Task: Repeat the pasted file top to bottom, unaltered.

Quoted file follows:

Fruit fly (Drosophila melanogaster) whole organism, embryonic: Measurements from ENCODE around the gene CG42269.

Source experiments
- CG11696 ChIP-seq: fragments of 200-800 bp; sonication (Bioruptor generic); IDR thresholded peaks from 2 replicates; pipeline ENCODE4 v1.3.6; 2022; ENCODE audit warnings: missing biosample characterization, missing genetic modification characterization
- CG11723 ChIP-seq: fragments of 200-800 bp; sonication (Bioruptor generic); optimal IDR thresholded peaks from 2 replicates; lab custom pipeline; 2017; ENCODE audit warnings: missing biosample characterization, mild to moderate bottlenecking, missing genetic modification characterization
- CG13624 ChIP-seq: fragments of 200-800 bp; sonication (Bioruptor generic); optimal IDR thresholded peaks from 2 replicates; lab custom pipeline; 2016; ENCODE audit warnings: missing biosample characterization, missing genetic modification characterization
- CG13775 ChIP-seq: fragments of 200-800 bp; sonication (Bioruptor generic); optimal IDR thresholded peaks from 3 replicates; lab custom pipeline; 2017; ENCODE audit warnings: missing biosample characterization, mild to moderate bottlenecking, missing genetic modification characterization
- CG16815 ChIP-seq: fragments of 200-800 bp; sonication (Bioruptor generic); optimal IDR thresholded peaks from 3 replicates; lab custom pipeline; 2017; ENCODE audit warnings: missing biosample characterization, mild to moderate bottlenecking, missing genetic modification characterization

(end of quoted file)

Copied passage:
Fruit fly (Drosophila melanogaster) whole organism, embryonic: Measurements from ENCODE around the gene CG42269.

Source experiments
- CG11696 ChIP-seq: fragments of 200-800 bp; sonication (Bioruptor generic); IDR thresholded peaks from 2 replicates; pipeline ENCODE4 v1.3.6; 2022; ENCODE audit warnings: missing biosample characterization, missing genetic modification characterization
- CG11723 ChIP-seq: fragments of 200-800 bp; sonication (Bioruptor generic); optimal IDR thresholded peaks from 2 replicates; lab custom pipeline; 2017; ENCODE audit warnings: missing biosample characterization, mild to moderate bottlenecking, missing genetic modification characterization
- CG13624 ChIP-seq: fragments of 200-800 bp; sonication (Bioruptor generic); optimal IDR thresholded peaks from 2 replicates; lab custom pipeline; 2016; ENCODE audit warnings: missing biosample characterization, missing genetic modification characterization
- CG13775 ChIP-seq: fragments of 200-800 bp; sonication (Bioruptor generic); optimal IDR thresholded peaks from 3 replicates; lab custom pipeline; 2017; ENCODE audit warnings: missing biosample characterization, mild to moderate bottlenecking, missing genetic modification characterization
- CG16815 ChIP-seq: fragments of 200-800 bp; sonication (Bioruptor generic); optimal IDR thresholded peaks from 3 replicates; lab custom pipeline; 2017; ENCODE audit warnings: missing biosample characterization, mild to moderate bottlenecking, missing genetic modification characterization